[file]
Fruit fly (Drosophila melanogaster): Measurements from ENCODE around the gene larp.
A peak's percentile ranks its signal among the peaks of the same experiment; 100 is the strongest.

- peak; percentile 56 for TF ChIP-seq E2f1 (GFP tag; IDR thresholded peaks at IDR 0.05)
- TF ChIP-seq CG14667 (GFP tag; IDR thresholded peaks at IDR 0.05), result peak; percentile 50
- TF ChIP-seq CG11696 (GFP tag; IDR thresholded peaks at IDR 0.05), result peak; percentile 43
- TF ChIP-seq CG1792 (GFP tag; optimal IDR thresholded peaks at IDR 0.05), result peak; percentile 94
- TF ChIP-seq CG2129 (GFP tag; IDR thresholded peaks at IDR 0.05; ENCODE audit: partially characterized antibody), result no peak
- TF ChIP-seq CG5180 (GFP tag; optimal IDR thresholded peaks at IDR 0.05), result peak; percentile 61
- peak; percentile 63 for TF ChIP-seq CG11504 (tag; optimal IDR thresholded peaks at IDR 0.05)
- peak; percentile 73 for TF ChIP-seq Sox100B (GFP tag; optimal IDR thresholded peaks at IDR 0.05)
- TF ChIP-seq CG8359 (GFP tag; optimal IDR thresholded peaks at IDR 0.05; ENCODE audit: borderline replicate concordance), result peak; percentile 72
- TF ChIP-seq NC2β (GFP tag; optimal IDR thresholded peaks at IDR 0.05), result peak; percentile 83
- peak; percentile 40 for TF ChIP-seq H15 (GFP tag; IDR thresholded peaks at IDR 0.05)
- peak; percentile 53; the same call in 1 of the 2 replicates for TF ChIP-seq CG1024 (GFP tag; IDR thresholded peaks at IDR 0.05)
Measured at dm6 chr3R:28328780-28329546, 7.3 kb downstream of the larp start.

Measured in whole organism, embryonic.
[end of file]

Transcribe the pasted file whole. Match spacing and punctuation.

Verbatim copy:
Fruit fly (Drosophila melanogaster): Measurements from ENCODE around the gene larp.
A peak's percentile ranks its signal among the peaks of the same experiment; 100 is the strongest.

- peak; percentile 56 for TF ChIP-seq E2f1 (GFP tag; IDR thresholded peaks at IDR 0.05)
- TF ChIP-seq CG14667 (GFP tag; IDR thresholded peaks at IDR 0.05), result peak; percentile 50
- TF ChIP-seq CG11696 (GFP tag; IDR thresholded peaks at IDR 0.05), result peak; percentile 43
- TF ChIP-seq CG1792 (GFP tag; optimal IDR thresholded peaks at IDR 0.05), result peak; percentile 94
- TF ChIP-seq CG2129 (GFP tag; IDR thresholded peaks at IDR 0.05; ENCODE audit: partially characterized antibody), result no peak
- TF ChIP-seq CG5180 (GFP tag; optimal IDR thresholded peaks at IDR 0.05), result peak; percentile 61
- peak; percentile 63 for TF ChIP-seq CG11504 (tag; optimal IDR thresholded peaks at IDR 0.05)
- peak; percentile 73 for TF ChIP-seq Sox100B (GFP tag; optimal IDR thresholded peaks at IDR 0.05)
- TF ChIP-seq CG8359 (GFP tag; optimal IDR thresholded peaks at IDR 0.05; ENCODE audit: borderline replicate concordance), result peak; percentile 72
- TF ChIP-seq NC2β (GFP tag; optimal IDR thresholded peaks at IDR 0.05), result peak; percentile 83
- peak; percentile 40 for TF ChIP-seq H15 (GFP tag; IDR thresholded peaks at IDR 0.05)
- peak; percentile 53; the same call in 1 of the 2 replicates for TF ChIP-seq CG1024 (GFP tag; IDR thresholded peaks at IDR 0.05)
Measured at dm6 chr3R:28328780-28329546, 7.3 kb downstream of the larp start.

Measured in whole organism, embryonic.